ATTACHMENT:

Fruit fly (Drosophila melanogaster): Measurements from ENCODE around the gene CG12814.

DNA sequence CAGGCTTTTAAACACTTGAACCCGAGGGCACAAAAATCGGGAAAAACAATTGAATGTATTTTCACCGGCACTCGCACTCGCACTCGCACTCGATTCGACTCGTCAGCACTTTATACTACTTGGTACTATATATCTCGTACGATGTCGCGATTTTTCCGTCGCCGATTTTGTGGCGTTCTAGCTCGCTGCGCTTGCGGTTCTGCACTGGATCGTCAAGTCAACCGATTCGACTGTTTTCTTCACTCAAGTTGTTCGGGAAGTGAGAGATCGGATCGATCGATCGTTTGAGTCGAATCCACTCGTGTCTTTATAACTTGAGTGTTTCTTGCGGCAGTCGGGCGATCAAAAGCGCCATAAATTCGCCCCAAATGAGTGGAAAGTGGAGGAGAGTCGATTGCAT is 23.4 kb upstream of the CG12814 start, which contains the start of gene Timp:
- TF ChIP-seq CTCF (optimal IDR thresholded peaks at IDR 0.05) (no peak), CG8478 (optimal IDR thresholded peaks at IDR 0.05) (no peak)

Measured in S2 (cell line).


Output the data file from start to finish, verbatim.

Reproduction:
Fruit fly (Drosophila melanogaster): Measurements from ENCODE around the gene CG12814.

DNA sequence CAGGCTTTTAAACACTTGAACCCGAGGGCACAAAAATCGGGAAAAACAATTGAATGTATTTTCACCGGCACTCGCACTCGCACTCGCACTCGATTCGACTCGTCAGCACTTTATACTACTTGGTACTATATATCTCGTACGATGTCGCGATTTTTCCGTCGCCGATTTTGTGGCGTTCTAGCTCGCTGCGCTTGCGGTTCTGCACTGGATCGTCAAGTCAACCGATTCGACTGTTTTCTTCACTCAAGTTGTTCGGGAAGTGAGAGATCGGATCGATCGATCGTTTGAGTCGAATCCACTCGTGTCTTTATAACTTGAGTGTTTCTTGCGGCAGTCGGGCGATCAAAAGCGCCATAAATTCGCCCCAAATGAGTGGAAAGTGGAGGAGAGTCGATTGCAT is 23.4 kb upstream of the CG12814 start, which contains the start of gene Timp:
- TF ChIP-seq CTCF (optimal IDR thresholded peaks at IDR 0.05) (no peak), CG8478 (optimal IDR thresholded peaks at IDR 0.05) (no peak)

Measured in S2 (cell line).